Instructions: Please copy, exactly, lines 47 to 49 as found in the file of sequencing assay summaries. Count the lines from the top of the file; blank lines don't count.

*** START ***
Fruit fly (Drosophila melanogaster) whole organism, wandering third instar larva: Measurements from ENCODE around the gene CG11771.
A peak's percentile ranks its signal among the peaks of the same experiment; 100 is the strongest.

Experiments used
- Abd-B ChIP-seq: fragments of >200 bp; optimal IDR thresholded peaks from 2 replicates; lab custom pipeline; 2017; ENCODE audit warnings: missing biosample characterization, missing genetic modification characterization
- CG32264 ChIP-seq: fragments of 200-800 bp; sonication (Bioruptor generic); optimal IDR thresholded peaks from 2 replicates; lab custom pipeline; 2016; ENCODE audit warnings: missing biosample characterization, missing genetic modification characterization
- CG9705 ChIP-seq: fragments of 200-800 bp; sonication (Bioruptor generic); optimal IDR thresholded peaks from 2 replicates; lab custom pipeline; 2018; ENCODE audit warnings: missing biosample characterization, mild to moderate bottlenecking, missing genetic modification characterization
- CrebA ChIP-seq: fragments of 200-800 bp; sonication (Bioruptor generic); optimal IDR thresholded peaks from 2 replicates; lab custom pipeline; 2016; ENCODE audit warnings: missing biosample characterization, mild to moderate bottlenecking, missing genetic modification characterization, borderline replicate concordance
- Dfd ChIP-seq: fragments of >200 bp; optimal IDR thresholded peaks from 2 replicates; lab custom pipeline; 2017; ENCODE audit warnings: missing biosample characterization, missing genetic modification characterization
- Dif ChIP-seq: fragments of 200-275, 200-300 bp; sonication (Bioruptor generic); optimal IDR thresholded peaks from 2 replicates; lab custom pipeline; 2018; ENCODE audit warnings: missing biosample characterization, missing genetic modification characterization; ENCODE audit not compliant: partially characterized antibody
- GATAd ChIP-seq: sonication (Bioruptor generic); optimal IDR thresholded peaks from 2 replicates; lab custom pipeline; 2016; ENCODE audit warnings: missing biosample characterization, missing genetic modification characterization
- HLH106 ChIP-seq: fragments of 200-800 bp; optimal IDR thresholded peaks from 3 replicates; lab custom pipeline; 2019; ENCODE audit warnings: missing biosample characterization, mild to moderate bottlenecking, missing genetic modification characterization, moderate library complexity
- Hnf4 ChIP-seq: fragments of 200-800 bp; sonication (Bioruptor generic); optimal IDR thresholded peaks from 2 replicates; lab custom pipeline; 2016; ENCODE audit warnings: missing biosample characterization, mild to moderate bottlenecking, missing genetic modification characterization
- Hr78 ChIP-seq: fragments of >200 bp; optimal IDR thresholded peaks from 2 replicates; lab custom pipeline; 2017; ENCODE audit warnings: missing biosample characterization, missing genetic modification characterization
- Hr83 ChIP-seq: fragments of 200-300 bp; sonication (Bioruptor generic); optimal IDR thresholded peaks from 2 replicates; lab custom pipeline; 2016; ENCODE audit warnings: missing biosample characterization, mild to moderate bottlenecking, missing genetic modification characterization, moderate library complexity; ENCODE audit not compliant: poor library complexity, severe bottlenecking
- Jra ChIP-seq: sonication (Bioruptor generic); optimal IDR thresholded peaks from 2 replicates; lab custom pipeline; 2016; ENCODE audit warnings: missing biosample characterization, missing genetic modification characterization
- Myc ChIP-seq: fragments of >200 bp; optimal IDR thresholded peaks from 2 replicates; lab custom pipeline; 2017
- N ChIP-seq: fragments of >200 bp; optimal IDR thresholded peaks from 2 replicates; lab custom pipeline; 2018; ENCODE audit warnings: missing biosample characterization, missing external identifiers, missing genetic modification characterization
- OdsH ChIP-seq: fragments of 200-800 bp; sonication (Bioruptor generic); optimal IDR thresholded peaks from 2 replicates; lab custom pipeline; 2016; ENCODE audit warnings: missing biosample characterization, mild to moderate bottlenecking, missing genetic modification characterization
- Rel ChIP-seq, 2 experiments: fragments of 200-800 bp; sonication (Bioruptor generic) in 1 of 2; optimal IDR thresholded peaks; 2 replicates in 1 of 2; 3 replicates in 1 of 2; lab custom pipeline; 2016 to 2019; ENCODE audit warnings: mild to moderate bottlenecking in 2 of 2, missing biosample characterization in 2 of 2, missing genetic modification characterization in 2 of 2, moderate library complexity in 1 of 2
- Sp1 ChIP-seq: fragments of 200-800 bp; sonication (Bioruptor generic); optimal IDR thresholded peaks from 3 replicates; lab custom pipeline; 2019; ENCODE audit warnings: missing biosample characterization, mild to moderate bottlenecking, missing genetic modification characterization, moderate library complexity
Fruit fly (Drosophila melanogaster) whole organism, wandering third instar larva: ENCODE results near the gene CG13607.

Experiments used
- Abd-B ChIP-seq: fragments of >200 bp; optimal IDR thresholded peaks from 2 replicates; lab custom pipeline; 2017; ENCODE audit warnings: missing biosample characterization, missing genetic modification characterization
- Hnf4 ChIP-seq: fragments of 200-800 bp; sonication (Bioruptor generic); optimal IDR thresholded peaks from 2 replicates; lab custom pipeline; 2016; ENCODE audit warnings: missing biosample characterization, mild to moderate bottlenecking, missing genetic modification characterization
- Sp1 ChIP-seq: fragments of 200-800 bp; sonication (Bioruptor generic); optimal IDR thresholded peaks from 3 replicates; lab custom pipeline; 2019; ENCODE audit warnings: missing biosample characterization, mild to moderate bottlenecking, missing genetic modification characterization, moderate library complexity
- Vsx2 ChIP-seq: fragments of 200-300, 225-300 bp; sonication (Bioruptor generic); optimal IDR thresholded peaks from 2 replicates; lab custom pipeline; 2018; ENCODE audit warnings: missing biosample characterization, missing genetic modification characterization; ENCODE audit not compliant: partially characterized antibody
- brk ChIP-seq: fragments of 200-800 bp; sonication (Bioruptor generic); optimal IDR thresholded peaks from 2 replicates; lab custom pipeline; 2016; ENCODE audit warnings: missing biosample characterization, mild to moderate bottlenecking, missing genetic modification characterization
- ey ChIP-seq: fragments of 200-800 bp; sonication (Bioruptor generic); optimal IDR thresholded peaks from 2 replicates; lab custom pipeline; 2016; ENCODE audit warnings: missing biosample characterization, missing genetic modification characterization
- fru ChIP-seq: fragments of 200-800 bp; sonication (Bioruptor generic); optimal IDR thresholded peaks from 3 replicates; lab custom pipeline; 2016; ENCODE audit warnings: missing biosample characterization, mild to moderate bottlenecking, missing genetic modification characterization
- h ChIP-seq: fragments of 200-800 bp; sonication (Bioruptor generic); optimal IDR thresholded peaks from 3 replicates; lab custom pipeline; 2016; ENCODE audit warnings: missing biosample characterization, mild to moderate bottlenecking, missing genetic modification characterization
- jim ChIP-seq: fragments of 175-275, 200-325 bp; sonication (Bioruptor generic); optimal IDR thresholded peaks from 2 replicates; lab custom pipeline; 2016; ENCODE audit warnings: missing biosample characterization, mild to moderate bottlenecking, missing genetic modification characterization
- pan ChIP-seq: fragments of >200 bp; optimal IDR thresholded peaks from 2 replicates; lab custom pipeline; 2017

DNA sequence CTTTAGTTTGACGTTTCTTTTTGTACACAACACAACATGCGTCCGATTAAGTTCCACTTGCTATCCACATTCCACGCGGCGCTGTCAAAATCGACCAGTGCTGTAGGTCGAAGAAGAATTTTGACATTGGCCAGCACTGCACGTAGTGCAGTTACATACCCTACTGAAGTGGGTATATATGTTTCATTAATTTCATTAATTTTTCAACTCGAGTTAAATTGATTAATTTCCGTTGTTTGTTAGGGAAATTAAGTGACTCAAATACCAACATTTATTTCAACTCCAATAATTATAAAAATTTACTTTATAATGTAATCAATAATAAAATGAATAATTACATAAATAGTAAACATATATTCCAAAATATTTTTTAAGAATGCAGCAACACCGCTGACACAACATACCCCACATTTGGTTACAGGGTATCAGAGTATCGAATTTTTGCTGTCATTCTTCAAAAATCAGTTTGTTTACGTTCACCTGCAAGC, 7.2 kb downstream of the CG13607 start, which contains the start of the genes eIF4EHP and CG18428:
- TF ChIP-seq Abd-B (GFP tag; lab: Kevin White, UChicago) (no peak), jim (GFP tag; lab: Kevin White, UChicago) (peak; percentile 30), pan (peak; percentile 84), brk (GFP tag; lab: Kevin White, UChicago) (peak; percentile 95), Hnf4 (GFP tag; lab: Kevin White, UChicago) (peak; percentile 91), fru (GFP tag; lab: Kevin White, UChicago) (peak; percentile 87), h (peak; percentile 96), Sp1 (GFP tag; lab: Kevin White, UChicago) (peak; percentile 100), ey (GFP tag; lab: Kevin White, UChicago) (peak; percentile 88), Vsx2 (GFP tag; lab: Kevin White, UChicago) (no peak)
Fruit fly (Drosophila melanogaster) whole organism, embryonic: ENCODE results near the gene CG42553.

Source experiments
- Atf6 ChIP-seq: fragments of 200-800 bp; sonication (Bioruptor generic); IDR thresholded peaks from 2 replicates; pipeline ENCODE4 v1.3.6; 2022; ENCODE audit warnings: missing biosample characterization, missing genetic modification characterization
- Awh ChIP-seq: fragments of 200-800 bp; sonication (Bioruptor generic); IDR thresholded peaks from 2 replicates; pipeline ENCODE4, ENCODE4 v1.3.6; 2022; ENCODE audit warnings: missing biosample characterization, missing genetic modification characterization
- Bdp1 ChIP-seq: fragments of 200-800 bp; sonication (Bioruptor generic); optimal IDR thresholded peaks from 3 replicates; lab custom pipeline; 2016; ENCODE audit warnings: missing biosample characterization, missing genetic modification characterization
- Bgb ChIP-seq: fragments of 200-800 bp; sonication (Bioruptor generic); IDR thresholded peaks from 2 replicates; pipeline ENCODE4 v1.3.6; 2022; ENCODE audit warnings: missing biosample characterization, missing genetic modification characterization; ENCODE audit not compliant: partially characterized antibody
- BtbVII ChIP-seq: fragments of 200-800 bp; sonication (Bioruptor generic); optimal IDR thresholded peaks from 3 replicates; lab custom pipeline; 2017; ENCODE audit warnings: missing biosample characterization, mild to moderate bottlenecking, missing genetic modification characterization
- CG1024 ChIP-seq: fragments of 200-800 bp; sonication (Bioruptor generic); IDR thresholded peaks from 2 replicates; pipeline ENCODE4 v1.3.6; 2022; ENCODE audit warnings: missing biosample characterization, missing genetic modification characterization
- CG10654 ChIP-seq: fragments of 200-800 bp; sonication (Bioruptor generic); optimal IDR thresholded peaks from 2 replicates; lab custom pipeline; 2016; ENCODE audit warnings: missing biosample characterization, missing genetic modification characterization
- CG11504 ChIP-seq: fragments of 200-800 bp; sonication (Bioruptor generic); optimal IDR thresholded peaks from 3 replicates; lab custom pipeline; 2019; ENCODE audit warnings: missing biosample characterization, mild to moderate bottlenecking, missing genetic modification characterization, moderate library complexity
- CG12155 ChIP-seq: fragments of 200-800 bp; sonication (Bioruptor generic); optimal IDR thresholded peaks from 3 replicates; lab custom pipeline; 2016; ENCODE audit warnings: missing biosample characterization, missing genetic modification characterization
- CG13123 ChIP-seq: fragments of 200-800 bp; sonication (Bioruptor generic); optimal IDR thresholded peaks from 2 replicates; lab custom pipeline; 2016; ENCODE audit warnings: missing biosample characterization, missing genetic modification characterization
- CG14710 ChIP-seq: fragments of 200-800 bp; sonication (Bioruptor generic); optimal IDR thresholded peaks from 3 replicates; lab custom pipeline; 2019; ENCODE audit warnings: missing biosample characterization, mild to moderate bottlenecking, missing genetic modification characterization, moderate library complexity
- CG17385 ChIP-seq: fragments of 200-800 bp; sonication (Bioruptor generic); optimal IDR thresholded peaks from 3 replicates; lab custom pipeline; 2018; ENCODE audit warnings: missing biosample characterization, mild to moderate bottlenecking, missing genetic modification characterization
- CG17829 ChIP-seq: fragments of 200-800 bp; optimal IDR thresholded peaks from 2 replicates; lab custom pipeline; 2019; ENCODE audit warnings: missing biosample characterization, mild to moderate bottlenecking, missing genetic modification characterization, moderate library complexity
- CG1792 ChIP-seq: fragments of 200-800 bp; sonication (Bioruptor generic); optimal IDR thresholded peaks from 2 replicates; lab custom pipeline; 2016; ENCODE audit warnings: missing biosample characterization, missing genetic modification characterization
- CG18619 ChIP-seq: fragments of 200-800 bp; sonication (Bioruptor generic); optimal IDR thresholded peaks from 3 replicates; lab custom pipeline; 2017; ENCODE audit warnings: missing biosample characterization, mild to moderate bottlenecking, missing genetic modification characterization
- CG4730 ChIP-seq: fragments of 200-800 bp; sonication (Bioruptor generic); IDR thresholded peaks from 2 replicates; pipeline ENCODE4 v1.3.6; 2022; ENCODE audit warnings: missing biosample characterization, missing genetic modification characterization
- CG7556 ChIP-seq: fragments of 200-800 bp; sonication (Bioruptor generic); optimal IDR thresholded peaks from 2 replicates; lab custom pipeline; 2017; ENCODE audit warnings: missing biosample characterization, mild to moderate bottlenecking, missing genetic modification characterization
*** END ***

- CG14710 ChIP-seq: fragments of 200-800 bp; sonication (Bioruptor generic); optimal IDR thresholded peaks from 3 replicates; lab custom pipeline; 2019; ENCODE audit warnings: missing biosample characterization, mild to moderate bottlenecking, missing genetic modification characterization, moderate library complexity
- CG17385 ChIP-seq: fragments of 200-800 bp; sonication (Bioruptor generic); optimal IDR thresholded peaks from 3 replicates; lab custom pipeline; 2018; ENCODE audit warnings: missing biosample characterization, mild to moderate bottlenecking, missing genetic modification characterization
- CG17829 ChIP-seq: fragments of 200-800 bp; optimal IDR thresholded peaks from 2 replicates; lab custom pipeline; 2019; ENCODE audit warnings: missing biosample characterization, mild to moderate bottlenecking, missing genetic modification characterization, moderate library complexity